Released at the annual gathering of the Canadian Association of Chiefs of Police in Victoria, the report notes mental health professionals are not included in the development or delivery of curricula.
This "denies new officers the opportunity to become familiar their mental health counterparts," says the report.
Insufficient education is cited as the main reason police resort to using undue force rather than responding "appropriately and empathically” to cases involving people with mental health issues.
In the past seven years a number of high-profile police shooting deaths involving mentally ill individuals resulted in public outcry for change in policing practices.
Saskatoon police Chief Clive Weighill, the association's newly elected president, said people with mental illness need the health system, not the justice system.
The report acknowledges that some advances have been made in the past seven years, including the increased attention to the need for police officers to be trained in de-escalation and crisis intervention tactics.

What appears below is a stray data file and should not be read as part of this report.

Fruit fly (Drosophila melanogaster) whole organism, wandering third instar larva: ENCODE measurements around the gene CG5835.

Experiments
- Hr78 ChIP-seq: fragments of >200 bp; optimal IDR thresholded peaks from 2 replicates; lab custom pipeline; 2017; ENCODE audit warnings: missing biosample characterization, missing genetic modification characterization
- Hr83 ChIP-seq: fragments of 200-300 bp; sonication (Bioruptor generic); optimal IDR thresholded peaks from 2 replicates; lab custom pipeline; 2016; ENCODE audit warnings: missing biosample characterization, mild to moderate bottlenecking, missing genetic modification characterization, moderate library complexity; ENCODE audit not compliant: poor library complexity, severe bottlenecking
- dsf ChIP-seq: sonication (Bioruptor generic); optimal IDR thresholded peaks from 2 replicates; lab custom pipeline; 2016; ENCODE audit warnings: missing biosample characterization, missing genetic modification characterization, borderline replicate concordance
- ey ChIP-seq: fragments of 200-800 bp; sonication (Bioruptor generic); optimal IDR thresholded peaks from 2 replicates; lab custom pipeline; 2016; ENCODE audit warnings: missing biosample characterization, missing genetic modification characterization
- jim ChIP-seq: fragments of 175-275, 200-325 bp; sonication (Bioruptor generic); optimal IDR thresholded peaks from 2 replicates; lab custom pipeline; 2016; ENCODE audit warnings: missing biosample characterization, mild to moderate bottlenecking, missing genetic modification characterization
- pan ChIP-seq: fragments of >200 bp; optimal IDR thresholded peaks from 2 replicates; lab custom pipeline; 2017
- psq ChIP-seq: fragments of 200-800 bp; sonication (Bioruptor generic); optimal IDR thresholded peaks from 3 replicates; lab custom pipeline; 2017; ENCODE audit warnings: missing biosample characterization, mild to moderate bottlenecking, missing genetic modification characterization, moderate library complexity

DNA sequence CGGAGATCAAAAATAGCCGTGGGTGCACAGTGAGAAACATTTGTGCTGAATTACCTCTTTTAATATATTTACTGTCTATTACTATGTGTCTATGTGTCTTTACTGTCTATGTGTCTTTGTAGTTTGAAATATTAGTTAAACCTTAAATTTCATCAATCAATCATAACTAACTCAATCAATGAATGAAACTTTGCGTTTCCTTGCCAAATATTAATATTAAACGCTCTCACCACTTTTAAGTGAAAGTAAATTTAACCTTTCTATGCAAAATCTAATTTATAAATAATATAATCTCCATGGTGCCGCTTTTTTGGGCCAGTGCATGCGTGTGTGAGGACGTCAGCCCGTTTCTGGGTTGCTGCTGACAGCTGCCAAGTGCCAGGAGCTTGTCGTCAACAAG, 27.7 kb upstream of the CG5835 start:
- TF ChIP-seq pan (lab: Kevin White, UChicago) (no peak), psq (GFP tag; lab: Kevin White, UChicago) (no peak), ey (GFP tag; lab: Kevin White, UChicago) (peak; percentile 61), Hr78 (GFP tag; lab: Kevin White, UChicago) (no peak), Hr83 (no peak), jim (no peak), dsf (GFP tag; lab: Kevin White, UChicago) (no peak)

The success cases cited include the B.C. police force’s Crisis Intervention and De-escalation training, the Halifax Regional Police's Regional Mental Health Mobile Crisis Team and the Toronto Police Response to Emotionally Disturbed Persons training.
Sixteen key recommendations are outlined in the report, mainly dealing with education and training of police officers to improve their interactions with people with mental health issues.
The recommendations include the implementation of provincial policing standards to ensure a unified level of training for all police personnel regardless of local jurisdiction.
More than 400 law enforcement leaders from civilian and military police are taking part in the gathering in Victoria.